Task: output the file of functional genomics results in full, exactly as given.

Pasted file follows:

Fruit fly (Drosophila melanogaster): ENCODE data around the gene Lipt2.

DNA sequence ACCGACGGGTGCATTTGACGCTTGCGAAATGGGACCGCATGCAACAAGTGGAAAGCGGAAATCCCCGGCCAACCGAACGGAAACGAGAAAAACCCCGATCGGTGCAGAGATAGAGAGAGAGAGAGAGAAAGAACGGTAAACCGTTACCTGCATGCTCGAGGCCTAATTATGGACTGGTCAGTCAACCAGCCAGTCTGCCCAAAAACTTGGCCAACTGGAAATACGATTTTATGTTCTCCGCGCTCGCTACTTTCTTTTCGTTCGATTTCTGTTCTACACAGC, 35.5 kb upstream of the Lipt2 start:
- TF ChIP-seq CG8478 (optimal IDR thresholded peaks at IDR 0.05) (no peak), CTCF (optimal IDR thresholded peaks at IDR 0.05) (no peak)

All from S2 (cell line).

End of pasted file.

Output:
Fruit fly (Drosophila melanogaster): ENCODE data around the gene Lipt2.

DNA sequence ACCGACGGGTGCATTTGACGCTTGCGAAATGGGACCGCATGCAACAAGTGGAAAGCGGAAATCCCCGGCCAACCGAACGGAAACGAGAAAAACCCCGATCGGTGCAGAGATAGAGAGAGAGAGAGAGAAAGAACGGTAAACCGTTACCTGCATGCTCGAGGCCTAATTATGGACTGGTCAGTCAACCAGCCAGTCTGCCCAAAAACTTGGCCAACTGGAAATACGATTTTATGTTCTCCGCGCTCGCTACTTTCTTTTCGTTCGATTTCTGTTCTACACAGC, 35.5 kb upstream of the Lipt2 start:
- TF ChIP-seq CG8478 (optimal IDR thresholded peaks at IDR 0.05) (no peak), CTCF (optimal IDR thresholded peaks at IDR 0.05) (no peak)

All from S2 (cell line).